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Henry Cejudo warns Bo Nickal needs ‘about six fights’ before facing top 10 competition

In a recent video on his YouTube channel, Henry Cejudo, the former UFC bantamweight, and flyweight champion had some words of wisdom for Bo Nickal, the former Penn State wrestling standout who made his MMA debut at UFC 285.

Cejudo, who is widely regarded as one of the greatest combat sports athletes of all time, warned Nickal not to rush his development in the sport and emphasized the importance of taking his time before taking on the top 10 in his division.

Cejudo wasn't all that convinced with whatever he witnessed, although Nickal (4-0 MMA) submitted Jamie Pickett in the first round of this past Saturday's main event kick-off at T-Mobile Arena in Las Vegas.

Nickal had to struggle for his first takedown until he was helped to accomplish it by an apparent low blow that the referee missed to see. Nickal grabbed an arm-triangle choke after forcing Pickett to the canvas, but it took him some time to settle in and line up perfectly. The talented wrestler is incredibly confident that he can defeat top competitors right away, but Cejudo, a former Olympic gold medalist and two-division UFC champion, warns against haste since it will haunt him.

“There’s a huge hype train going around with Bo Nickal,” Cejudo said on his YouTube channel. “I did see some – obviously, he did win, but I also saw a little difference in the two because he did struggle to get that takedown. MMA wrestling, it is different than NCAA Wrestling. They have to continue to keep building Bo Nickal. If they don’t build Bo Nickal, when they give him somebody tough, Bo Nickal is going to struggle because I saw what I had to see within those first two minutes.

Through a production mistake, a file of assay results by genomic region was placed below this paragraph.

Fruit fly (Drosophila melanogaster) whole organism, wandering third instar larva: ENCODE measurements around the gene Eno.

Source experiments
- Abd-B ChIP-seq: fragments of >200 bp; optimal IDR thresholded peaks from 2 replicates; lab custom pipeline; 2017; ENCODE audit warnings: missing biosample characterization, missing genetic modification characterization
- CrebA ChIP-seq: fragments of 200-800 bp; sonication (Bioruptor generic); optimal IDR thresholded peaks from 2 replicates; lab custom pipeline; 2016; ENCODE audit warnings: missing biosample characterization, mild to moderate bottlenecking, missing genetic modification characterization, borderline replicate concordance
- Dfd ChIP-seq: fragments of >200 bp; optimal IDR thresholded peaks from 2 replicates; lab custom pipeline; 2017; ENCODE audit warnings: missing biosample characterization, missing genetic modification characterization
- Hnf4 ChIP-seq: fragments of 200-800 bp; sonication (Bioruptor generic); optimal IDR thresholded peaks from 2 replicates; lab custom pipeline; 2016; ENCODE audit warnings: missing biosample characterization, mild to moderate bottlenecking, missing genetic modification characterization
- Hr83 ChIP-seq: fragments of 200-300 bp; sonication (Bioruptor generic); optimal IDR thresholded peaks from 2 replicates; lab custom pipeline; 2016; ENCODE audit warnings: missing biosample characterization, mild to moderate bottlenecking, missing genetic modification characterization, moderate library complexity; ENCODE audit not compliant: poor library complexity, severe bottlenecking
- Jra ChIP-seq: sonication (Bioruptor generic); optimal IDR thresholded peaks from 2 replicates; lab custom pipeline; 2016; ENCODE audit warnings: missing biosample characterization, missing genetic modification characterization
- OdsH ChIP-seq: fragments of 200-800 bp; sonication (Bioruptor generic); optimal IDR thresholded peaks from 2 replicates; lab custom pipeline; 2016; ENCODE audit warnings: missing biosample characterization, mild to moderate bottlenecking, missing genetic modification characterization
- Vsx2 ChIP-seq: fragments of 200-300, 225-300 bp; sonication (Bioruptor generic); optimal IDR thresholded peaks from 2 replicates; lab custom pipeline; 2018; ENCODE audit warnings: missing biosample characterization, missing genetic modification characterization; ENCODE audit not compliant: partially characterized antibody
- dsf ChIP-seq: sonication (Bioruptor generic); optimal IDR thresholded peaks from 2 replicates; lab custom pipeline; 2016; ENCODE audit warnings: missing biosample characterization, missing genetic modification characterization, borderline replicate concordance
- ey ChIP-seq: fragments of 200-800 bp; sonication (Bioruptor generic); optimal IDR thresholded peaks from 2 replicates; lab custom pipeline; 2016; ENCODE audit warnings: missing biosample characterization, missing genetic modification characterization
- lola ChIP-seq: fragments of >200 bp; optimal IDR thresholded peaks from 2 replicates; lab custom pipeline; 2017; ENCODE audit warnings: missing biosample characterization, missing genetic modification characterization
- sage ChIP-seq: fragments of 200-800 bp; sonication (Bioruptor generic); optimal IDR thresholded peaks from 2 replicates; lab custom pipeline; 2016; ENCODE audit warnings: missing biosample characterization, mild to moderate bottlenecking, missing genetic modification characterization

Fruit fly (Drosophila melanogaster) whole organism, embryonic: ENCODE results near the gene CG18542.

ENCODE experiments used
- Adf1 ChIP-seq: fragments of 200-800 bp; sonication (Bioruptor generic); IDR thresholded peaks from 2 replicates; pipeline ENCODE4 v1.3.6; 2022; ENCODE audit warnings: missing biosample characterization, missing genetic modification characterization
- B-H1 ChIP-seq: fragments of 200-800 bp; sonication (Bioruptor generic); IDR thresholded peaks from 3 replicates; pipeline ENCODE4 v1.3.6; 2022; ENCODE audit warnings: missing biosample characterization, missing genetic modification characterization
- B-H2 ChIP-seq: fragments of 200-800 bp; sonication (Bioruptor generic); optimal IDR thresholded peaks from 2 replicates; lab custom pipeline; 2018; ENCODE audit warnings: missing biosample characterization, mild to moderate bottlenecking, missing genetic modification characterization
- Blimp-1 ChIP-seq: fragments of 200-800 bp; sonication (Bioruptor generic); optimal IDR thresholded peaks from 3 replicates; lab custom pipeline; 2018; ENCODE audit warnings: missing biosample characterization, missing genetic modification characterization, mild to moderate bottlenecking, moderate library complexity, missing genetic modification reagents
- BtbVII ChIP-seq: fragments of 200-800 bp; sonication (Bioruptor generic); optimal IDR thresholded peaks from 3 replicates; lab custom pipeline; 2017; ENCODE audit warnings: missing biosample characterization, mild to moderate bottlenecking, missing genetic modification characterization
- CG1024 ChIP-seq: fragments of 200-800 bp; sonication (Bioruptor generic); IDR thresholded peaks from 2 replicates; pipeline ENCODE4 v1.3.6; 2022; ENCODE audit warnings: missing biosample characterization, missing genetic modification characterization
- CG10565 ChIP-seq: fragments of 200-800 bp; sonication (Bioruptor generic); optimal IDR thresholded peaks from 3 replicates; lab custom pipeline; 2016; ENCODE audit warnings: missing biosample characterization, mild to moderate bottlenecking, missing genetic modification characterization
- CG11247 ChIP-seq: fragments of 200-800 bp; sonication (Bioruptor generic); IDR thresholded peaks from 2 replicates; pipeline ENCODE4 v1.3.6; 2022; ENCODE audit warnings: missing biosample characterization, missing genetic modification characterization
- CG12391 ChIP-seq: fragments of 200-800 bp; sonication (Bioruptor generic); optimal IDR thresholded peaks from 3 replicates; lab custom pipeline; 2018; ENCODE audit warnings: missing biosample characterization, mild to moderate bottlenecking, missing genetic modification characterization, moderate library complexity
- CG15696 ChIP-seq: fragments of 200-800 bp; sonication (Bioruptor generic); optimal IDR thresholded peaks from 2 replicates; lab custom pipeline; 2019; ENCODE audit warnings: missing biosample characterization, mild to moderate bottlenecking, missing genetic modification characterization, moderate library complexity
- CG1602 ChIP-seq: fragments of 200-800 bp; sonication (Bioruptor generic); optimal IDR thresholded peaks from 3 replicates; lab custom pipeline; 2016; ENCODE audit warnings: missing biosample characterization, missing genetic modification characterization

“I was curious to see if he didn’t get the arm triangle, how was it that he was going to come back in that second round because there’s a lot of squeezing, there’s a lot of blood, that you’re constricting through you trying to submit somebody. But other than that, again, I had it first-round submission, it happened. But moving forward, Bo Nickal, I hope you’re listening: You’re gonna need about six fights like this before you start getting up to like the top 10.”

Cejudo's advice is spot on. While wrestling is undoubtedly an essential skill in MMA, it's only one aspect of the sport. To be successful in MMA, fighters need to be well-rounded and have a solid understanding of striking, grappling, and submissions.

However, as Cejudo points out, Nickal still has a lot to learn before he's ready to take on the top fighters in his division. He needs to continue to develop his striking and submission skills and gain more experience in the cage.

Taking time to develop these skills is especially important in MMA, where fighters can suffer serious injuries or setbacks if they're not adequately prepared. Rushing into fights before they're ready could set Nickal back in his development and ultimately hurt his chances of achieving his goals in the sport.


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